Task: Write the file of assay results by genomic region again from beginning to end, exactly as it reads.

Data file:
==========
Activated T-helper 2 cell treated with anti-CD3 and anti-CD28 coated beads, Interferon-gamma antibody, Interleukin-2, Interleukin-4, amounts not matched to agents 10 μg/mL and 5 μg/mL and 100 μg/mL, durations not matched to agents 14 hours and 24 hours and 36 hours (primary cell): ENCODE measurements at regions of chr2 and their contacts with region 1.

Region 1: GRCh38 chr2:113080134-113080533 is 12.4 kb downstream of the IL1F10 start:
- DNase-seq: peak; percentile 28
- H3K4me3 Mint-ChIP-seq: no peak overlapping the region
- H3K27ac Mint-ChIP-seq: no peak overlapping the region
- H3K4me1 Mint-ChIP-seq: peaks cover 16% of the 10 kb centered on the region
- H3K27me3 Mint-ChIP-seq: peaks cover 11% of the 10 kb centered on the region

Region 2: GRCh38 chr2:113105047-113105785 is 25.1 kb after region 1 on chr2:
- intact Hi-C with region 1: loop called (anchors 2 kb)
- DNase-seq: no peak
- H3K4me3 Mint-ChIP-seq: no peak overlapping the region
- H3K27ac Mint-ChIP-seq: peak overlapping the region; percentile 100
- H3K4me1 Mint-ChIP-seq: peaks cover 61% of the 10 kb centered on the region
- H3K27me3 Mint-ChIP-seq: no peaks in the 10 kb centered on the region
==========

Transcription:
Activated T-helper 2 cell treated with anti-CD3 and anti-CD28 coated beads, Interferon-gamma antibody, Interleukin-2, Interleukin-4, amounts not matched to agents 10 μg/mL and 5 μg/mL and 100 μg/mL, durations not matched to agents 14 hours and 24 hours and 36 hours (primary cell): ENCODE measurements at regions of chr2 and their contacts with region 1.

Region 1: GRCh38 chr2:113080134-113080533 is 12.4 kb downstream of the IL1F10 start:
- DNase-seq: peak; percentile 28
- H3K4me3 Mint-ChIP-seq: no peak overlapping the region
- H3K27ac Mint-ChIP-seq: no peak overlapping the region
- H3K4me1 Mint-ChIP-seq: peaks cover 16% of the 10 kb centered on the region
- H3K27me3 Mint-ChIP-seq: peaks cover 11% of the 10 kb centered on the region

Region 2: GRCh38 chr2:113105047-113105785 is 25.1 kb after region 1 on chr2:
- intact Hi-C with region 1: loop called (anchors 2 kb)
- DNase-seq: no peak
- H3K4me3 Mint-ChIP-seq: no peak overlapping the region
- H3K27ac Mint-ChIP-seq: peak overlapping the region; percentile 100
- H3K4me1 Mint-ChIP-seq: peaks cover 61% of the 10 kb centered on the region
- H3K27me3 Mint-ChIP-seq: no peaks in the 10 kb centered on the region